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Sky's falling numbers bad news for NXZ50

NZ NewswireNZ Newswire 13/05/2016 Sophie Boot

Sky's falling numbers bad news for NXZ50 © Twitter / NZX Limited Sky's falling numbers bad news for NXZ50 New Zealand shares fell on renewed concerns that Sky Network Television will struggle to maintain subscriber numbers in the face of new internet-based rivals, while Xero gained after the cloud-based accounting software firm said its cash burn is slowing and it expects to get to breakeven without seeking more capital.

The S&P/NZX50 Index dipped 6.6 points, or 0.1 per cent, to 6,916.57. Within the index, 29 stocks dropped, 14 rose and seven were unchanged. Turnover was $146.8 million.

Sky TV fell 3.4 per cent to $3.98 to make it the biggest decliner on the index.

The stock dropped 26 per cent over four sessions since last Friday after saying subscriber numbers were expected to fall further this financial year, causing earnings next year to miss analyst estimates.

Westpac fell 1.9 per cent to $31.75, Heartland Bank shed 1.7 per cent to $1.17 and A2 Milk Co dropped 1.7 per cent to $1.79.

Warehouse Group declined 1.5 per cent to $2.70. The country's largest listed retailer lifted third-quarter sales 5.5 per cent to $672.2 million and said it's on track to meet its forecast annual profit.

Xero was the biggest gainer, rising 7.3 per cent to $16.55, although it traded as high as $17 during the day. The cloud-based accounting software firm may reach positive operating earnings in 2018 and achieve bottom-line profit the following year, according to brokerage First NZ Capital following the release of its full-year results.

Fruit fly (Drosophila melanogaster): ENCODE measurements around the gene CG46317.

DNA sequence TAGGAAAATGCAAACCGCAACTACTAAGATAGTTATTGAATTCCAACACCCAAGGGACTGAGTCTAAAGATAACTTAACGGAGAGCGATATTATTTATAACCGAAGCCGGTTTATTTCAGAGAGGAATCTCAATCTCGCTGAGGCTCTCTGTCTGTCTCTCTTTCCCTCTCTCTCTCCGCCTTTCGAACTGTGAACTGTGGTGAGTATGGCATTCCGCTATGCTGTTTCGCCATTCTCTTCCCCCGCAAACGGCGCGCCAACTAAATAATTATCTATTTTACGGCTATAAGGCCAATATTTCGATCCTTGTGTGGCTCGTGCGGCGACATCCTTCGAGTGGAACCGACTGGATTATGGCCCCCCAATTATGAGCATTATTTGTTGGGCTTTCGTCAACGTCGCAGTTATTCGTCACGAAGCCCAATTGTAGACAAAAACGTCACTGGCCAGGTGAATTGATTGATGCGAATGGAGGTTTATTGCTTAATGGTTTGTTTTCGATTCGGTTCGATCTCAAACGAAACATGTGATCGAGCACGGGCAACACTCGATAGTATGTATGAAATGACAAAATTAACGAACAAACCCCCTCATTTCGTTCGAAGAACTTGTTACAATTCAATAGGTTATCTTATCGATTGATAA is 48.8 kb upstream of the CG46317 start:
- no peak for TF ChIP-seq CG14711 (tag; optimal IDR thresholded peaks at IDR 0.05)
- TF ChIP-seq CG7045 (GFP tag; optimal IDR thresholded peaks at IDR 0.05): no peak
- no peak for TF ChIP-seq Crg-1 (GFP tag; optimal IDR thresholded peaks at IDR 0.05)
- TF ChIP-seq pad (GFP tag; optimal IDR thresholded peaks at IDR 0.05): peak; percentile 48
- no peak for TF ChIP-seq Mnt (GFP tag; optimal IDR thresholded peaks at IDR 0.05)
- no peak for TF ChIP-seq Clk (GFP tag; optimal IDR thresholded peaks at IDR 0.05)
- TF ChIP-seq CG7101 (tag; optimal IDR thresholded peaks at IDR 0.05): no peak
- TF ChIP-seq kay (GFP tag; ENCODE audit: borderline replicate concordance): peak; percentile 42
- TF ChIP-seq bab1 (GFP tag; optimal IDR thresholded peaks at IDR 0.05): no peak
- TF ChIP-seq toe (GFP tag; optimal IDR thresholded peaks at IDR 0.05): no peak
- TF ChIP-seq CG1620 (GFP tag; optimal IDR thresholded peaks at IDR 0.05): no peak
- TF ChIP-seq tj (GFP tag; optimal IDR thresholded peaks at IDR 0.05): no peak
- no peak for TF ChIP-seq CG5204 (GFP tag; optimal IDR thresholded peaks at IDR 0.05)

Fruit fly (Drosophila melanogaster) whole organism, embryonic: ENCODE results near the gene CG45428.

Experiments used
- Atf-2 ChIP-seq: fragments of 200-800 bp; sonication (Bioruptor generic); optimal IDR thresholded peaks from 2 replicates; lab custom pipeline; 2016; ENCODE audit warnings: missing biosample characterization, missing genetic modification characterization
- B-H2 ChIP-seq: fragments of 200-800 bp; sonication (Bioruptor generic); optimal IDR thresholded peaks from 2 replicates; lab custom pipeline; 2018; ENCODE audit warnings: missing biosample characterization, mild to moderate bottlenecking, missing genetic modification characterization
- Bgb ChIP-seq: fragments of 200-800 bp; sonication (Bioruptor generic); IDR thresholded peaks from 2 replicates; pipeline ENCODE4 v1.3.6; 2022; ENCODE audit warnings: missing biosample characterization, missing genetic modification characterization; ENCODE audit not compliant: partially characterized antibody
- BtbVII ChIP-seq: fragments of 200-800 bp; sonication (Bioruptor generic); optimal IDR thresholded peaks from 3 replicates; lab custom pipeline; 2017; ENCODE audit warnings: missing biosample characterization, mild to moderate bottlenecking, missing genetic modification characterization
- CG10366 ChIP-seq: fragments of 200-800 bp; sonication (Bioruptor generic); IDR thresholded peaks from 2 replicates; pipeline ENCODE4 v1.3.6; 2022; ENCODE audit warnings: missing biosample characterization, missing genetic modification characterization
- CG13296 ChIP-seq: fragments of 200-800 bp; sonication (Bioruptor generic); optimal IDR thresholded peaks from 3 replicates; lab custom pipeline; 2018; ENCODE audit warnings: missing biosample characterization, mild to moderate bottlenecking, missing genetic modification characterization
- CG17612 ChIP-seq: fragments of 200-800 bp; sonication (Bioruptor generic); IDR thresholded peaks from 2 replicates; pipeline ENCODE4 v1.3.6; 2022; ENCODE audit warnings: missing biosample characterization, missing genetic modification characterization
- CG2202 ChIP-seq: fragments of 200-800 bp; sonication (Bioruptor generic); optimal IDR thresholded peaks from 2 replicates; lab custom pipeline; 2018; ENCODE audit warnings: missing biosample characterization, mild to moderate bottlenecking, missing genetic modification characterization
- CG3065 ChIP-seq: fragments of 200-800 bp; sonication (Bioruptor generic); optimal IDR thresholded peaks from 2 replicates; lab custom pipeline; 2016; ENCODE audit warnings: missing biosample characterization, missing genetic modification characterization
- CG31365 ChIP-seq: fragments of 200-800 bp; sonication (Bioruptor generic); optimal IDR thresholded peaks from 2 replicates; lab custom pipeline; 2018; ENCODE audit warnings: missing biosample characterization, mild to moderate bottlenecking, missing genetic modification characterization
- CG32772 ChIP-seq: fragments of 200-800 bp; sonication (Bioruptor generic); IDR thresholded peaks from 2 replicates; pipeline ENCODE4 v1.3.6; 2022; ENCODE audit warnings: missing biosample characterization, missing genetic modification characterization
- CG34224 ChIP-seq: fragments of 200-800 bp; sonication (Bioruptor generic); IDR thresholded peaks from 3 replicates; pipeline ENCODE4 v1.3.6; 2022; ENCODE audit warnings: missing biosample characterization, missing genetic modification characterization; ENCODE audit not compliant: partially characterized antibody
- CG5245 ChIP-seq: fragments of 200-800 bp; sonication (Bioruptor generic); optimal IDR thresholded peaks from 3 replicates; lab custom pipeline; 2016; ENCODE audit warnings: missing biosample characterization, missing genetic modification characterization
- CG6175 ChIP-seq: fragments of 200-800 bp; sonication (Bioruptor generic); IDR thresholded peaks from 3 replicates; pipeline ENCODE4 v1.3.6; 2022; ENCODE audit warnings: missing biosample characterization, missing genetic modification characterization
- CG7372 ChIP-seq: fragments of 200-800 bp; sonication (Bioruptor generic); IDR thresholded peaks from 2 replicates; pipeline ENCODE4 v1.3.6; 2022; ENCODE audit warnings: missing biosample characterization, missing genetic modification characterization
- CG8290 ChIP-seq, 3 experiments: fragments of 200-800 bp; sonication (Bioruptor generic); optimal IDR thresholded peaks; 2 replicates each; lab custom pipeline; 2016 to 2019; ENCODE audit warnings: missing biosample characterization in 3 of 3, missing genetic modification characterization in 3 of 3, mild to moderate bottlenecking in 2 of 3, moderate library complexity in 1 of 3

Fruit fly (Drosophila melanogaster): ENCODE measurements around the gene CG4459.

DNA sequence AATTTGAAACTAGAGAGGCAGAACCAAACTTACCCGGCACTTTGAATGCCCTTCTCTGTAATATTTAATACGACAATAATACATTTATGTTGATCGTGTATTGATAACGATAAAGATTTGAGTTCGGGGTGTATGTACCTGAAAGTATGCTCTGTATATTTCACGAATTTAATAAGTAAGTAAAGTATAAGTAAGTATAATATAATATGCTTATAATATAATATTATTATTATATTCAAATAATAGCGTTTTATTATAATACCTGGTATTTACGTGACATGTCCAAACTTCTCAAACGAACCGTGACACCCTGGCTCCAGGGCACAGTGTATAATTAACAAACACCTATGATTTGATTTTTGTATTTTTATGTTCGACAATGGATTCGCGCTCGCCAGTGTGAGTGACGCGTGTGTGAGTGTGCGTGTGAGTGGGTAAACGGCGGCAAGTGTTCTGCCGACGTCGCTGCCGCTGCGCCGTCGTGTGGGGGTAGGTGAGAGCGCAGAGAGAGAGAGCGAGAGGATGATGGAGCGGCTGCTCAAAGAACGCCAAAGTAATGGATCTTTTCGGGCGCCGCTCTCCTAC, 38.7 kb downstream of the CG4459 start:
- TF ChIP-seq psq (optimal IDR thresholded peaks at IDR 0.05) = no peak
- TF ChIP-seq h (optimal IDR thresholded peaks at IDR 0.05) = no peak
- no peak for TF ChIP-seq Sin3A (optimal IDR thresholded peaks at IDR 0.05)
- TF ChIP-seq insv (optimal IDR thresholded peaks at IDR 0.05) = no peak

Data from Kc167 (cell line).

Xero posted a 67 per cent gain in revenue to $207m while its net loss widened to $82.5m.

New Zealand Refining Co rose 3.8 per cent to $2.75, Orion Health Group gained 3.3 per cent to $4.75, and Meridian Energy advanced 2.6 per cent to $2.73.

Outside the main index, APN News and Media, which is listed on Australia's ASX and the NZX, said it has raised $A160m ($NZ171.71m) from the institutional component of its entitlement offer, with an uptake of 95 per cent and the shortfall hoovered up at a premium. The Australian stock rose 12.4 per cent to 68 Australian cents after a trading halt was lifted, while the NZX-listed shares last changed hands at 70 cents.

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